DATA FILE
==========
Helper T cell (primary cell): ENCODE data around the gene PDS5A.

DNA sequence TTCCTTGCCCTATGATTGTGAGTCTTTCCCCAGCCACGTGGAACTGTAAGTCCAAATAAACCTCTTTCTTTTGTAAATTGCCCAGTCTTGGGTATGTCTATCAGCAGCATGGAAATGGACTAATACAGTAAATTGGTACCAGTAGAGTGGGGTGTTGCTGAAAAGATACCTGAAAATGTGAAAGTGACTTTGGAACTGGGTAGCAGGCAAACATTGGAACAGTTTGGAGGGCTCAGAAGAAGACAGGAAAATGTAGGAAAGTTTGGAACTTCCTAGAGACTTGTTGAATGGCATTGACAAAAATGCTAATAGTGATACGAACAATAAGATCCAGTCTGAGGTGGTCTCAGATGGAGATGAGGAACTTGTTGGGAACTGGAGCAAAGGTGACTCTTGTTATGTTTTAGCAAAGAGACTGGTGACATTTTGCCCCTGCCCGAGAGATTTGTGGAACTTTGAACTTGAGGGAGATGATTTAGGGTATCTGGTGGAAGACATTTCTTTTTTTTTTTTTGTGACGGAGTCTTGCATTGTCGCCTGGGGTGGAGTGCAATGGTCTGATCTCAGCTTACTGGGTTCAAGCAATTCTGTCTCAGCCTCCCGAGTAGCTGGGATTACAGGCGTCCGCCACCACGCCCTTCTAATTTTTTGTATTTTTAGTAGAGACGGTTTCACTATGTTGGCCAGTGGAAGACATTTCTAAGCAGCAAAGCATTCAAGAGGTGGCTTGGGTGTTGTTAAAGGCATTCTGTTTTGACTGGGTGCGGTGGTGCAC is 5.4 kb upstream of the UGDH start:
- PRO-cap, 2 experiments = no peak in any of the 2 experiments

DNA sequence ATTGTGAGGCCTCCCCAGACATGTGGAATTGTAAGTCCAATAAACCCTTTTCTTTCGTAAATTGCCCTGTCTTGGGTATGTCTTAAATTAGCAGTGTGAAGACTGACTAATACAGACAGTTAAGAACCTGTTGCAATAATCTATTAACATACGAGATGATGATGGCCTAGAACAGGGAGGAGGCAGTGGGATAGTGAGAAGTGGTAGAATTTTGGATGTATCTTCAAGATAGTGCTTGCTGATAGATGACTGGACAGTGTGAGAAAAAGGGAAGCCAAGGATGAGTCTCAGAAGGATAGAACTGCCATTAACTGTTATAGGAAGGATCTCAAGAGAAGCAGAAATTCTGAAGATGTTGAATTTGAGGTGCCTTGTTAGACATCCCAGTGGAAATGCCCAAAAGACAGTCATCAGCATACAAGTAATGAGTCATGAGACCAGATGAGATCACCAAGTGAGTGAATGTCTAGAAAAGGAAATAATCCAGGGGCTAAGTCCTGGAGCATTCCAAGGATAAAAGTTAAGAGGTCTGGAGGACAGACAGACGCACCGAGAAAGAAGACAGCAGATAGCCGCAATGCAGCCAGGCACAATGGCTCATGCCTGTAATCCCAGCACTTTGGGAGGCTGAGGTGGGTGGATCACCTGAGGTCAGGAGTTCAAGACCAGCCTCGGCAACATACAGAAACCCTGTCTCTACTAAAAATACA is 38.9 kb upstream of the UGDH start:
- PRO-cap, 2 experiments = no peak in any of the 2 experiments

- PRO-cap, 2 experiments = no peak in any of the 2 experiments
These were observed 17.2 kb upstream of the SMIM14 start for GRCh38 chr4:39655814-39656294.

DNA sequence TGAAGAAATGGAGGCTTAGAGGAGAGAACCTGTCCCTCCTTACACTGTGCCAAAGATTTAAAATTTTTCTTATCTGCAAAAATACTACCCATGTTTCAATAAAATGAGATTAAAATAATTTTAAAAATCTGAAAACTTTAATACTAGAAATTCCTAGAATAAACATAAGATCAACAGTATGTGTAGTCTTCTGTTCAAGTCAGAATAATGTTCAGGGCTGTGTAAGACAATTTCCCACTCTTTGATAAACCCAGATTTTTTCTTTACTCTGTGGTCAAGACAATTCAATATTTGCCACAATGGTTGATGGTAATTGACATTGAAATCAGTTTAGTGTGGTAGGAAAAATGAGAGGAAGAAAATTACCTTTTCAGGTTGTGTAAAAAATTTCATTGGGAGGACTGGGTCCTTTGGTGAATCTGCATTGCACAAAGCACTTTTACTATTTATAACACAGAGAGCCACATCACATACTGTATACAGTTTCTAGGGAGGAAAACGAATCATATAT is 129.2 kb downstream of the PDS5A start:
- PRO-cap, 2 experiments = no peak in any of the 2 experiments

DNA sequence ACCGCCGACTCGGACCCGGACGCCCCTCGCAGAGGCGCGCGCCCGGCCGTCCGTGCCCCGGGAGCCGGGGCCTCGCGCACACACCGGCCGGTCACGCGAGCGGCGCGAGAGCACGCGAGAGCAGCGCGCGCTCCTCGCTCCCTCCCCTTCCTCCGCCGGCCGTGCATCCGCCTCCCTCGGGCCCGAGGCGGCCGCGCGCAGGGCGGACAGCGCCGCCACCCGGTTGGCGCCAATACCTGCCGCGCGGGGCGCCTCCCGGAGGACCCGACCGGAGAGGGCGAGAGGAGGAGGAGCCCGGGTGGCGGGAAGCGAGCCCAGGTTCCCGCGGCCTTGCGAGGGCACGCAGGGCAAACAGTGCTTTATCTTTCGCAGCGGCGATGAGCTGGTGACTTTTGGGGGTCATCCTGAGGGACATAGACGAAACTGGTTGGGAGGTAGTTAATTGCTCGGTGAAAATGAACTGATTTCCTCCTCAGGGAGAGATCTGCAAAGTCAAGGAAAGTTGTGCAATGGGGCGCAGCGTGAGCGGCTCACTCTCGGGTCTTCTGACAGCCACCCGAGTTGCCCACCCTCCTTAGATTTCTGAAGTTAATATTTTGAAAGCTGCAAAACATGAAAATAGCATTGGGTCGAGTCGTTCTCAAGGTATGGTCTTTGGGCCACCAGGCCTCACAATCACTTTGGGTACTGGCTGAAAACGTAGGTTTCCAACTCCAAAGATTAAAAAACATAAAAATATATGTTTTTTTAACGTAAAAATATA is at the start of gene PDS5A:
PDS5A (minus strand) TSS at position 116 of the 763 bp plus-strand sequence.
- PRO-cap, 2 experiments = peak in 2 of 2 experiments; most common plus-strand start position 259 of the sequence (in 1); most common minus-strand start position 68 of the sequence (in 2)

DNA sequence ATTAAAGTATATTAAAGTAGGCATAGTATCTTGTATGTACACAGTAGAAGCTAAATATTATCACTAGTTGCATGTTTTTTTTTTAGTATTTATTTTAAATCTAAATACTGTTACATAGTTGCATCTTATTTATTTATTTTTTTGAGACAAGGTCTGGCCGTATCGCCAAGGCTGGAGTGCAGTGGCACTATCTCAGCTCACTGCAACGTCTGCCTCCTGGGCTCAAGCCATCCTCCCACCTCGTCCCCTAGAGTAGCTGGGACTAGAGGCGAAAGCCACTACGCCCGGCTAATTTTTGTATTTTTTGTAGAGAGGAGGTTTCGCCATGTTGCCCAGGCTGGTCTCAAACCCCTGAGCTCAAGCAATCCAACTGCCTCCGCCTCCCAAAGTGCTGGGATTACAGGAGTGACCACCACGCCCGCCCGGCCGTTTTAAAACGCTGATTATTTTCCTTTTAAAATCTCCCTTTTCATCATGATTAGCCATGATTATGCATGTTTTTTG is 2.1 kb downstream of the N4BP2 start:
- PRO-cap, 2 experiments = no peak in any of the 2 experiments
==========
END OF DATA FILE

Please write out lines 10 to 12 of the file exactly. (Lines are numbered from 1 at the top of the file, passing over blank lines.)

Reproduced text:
DNA sequence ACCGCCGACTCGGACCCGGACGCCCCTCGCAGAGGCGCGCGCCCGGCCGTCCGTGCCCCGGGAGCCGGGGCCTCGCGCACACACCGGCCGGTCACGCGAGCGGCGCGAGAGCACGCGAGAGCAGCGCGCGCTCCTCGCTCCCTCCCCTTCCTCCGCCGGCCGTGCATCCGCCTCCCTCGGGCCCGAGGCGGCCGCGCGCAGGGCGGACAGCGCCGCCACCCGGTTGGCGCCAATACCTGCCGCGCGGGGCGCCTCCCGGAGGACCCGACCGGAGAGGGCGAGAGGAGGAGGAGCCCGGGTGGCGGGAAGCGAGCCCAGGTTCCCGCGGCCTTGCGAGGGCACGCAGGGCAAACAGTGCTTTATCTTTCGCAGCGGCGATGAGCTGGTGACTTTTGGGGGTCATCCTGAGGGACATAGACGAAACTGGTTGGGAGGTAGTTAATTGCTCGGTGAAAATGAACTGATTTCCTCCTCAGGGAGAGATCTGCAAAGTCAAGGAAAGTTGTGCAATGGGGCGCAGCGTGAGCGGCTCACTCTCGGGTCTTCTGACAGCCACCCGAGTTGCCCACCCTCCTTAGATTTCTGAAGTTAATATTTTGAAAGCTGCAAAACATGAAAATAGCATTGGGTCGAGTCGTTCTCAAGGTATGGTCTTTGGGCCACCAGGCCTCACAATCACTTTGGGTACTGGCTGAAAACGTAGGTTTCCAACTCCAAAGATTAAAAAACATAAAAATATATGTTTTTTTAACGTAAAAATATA is at the start of gene PDS5A:
PDS5A (minus strand) TSS at position 116 of the 763 bp plus-strand sequence.
- PRO-cap, 2 experiments = peak in 2 of 2 experiments; most common plus-strand start position 259 of the sequence (in 1); most common minus-strand start position 68 of the sequence (in 2)